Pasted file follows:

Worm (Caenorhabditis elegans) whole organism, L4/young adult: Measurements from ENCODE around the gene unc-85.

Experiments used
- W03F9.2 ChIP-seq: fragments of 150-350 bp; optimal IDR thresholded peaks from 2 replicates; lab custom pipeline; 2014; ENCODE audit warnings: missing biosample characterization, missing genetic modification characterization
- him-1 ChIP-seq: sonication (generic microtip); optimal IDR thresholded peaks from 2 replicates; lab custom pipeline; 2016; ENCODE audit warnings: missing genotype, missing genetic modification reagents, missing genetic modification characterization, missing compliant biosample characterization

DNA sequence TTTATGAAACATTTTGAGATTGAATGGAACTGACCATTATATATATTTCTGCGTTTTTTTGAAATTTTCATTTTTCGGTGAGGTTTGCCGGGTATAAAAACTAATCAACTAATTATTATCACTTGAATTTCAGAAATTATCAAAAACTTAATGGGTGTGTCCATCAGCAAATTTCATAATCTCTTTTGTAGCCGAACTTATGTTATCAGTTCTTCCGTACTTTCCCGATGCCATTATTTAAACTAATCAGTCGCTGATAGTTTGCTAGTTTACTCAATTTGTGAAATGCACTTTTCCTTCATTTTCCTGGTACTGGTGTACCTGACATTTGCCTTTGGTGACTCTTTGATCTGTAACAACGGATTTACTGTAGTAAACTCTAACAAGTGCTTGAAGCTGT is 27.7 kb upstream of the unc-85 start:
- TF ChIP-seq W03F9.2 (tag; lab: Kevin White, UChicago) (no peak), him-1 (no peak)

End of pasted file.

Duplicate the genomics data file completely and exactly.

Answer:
Worm (Caenorhabditis elegans) whole organism, L4/young adult: Measurements from ENCODE around the gene unc-85.

Experiments used
- W03F9.2 ChIP-seq: fragments of 150-350 bp; optimal IDR thresholded peaks from 2 replicates; lab custom pipeline; 2014; ENCODE audit warnings: missing biosample characterization, missing genetic modification characterization
- him-1 ChIP-seq: sonication (generic microtip); optimal IDR thresholded peaks from 2 replicates; lab custom pipeline; 2016; ENCODE audit warnings: missing genotype, missing genetic modification reagents, missing genetic modification characterization, missing compliant biosample characterization

DNA sequence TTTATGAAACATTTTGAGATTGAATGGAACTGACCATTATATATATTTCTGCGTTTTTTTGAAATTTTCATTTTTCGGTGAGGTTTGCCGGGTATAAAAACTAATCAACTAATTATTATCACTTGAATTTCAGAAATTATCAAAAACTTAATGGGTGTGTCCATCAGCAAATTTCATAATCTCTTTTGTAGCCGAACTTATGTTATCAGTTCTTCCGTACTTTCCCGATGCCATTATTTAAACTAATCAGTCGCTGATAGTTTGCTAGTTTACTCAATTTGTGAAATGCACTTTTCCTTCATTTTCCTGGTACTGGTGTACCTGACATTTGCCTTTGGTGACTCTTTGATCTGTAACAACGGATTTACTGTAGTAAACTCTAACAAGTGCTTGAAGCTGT is 27.7 kb upstream of the unc-85 start:
- TF ChIP-seq W03F9.2 (tag; lab: Kevin White, UChicago) (no peak), him-1 (no peak)